Muti’s in­flu­ence … or lack thereof.

I re­mem­ber it be­came the

Kick Off - - INSIDE -

While I was still playing for Man­ning Rangers, we used to stay in an apart­ment where there used to be a night club at the bot­tom. The late Shakes Kung­wane used to stay on the third floor, with the night­club on the ground floor. Every­one, in­clud­ing the night­club man­age­ment, used to en­cour­age Shakes to go to that night­club as he would al­ways at­tract a big crowd; peo­ple would come there, buy drinks and just have fun. Even if we were playing a game, Shakes would be al­lowed to go to the night­club even though he was not drink­ing, just to be there to at­tract the big crowd. He would of­ten sleep at around four or five in the morn­ing, de­spite hav­ing to travel the next day to play an away game.

One day, I don’t re­mem­ber

who we were playing against, but I think it was Moroka Swal­lows away from home. Ob­vi­ously the rest of the guys were in camp sleep­ing while Shakes was not in camp. He would be hav­ing a good time at the club. At the time, Gor­don Ige­sund was in charge and used to love Shakes. And when he an­nounced his line up, he would al­ways say, ‘’Guys, this is what our line up will look like”. And he would not start with the goal­keeper as every­one else usu­ally does – he would start with the name “Shakes” and then only call the other play­ers to fol­low. Then Shakes said, “Mara nina nikhempile kodwa ku­bizwa mina kuqala, ngu­lom­lungu lo [But you guys were in camp, but my name is called first in the team’s start­ing line up, this white man though].” Dur­ing that game against Swal­lows, Shakes scored a beau­ti­ful curler and wildly cel­e­brated with the team, only for us to lose the match. When we re­turned to the change room, he said, “You guys went to camp, but you are cost­ing us, you are playing non­sense. I wasn’t in camp, but look at the goals I’m scor­ing. You went into camp, but you make us lose.” goal of the week and he went on to say: “I just stay in my room with my girl­friend all night be­fore a game. I’m like [the Brazil­ian] Ron­aldo: I get one round while you are in camp and then go and play a nice game af­ter that.” He would tease us about fol­low­ing the team rules and cur­fews reg­u­larly. It was fun and it was nice to be around him be­cause you were al­ways guar­an­teed a laugh, even at your own ex­pense. But the cra­zi­est things hap­pened when I was playing for Jomo Cos­mos. It was at the time we trained next to Rand Sta­dium. One day, Bra Jomo [Sono] iden­ti­fied that there were peo­ple who came in the evening and planted some­thing on the field, and he be­lieved it was muti. He was so sen­si­tive about those kinds of things, and de­cided to try do some­thing about it. Be­fore a match against Su­perS­port United, we were taken to an un­known lo­ca­tion at night, where we were or­dered to strip naked. It was so cold in Jo­han­nes­burg and there we were, stand­ing naked near Rand Sta­dium. We were then driz­zled with this muti, which was very strange. Along­side the ground there is a road where peo­ple were pass­ing by. Some ladies were left won­der­ing what in the world we were do­ing. We also had some white boys who were also or­dered to strip naked to per­form the strange muti rit­ual. The ladies pass­ing by then ex­claimed, “Hawu! Kanti nabelungu bayawuthanda umuthi? [My word! Even white peo­ple like muti?]” It was so funny that day. Yet de­spite go­ing through that rit­ual, we still went on to lose 3-0 to Su­perS­port! Imagine! Even af­ter stand­ing naked in the cold!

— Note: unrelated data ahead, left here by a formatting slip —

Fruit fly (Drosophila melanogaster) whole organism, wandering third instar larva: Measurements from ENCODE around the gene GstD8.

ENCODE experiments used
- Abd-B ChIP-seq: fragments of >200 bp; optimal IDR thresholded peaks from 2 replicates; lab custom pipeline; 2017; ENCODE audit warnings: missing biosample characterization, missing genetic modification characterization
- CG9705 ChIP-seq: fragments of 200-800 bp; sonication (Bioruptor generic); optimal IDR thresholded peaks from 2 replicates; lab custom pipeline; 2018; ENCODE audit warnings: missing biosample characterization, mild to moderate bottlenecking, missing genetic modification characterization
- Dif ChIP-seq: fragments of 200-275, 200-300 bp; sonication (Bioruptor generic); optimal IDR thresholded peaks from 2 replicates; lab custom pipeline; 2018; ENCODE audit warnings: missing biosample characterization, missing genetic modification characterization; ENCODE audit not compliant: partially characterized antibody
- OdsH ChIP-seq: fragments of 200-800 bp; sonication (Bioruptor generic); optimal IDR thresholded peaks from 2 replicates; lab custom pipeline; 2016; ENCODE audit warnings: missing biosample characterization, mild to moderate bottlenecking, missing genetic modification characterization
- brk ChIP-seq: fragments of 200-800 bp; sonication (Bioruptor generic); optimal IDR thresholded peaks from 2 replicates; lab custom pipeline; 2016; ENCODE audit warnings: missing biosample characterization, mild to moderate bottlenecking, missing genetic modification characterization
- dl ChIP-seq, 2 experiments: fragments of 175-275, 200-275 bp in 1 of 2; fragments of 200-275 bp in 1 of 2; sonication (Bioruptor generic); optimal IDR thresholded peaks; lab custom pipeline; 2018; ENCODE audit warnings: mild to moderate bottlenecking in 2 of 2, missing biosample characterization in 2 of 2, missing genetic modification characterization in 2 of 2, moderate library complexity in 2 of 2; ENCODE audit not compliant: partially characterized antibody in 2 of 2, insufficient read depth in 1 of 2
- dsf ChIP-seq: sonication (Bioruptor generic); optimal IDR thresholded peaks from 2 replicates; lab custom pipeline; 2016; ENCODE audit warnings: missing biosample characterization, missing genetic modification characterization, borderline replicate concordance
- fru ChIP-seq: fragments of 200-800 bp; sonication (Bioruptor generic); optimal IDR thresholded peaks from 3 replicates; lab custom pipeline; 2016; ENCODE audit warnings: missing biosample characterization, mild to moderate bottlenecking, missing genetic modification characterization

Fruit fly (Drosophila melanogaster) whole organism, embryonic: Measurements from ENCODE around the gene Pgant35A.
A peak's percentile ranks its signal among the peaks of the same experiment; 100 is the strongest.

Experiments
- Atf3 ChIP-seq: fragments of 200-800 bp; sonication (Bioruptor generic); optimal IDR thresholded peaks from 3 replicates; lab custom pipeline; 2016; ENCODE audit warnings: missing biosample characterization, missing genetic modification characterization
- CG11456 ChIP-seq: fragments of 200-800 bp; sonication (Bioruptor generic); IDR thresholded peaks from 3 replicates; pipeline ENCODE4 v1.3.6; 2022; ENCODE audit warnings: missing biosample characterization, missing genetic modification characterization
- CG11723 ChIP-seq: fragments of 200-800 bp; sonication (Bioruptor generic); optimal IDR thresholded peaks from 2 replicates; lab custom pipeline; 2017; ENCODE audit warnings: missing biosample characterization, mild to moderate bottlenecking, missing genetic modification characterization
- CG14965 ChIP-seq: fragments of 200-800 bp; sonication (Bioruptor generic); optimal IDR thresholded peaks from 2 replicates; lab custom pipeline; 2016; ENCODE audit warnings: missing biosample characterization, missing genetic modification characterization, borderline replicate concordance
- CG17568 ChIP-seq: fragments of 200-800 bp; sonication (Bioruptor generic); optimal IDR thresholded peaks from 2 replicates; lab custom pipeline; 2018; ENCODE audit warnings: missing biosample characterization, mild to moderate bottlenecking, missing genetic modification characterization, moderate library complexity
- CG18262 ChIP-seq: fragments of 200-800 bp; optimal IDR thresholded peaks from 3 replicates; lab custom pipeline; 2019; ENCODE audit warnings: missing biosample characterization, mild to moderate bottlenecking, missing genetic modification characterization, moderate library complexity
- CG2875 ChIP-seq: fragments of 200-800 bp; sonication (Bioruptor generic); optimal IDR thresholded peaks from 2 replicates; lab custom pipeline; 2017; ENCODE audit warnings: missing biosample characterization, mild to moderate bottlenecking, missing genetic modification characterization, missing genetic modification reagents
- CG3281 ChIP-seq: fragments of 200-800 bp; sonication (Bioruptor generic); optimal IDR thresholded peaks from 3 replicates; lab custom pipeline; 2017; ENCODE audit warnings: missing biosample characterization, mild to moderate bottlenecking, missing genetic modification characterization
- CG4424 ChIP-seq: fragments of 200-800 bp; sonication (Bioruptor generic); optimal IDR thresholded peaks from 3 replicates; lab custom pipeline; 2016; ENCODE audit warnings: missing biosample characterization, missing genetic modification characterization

Newspapers in English

Newspapers from South Africa

© PressReader. All rights reserved.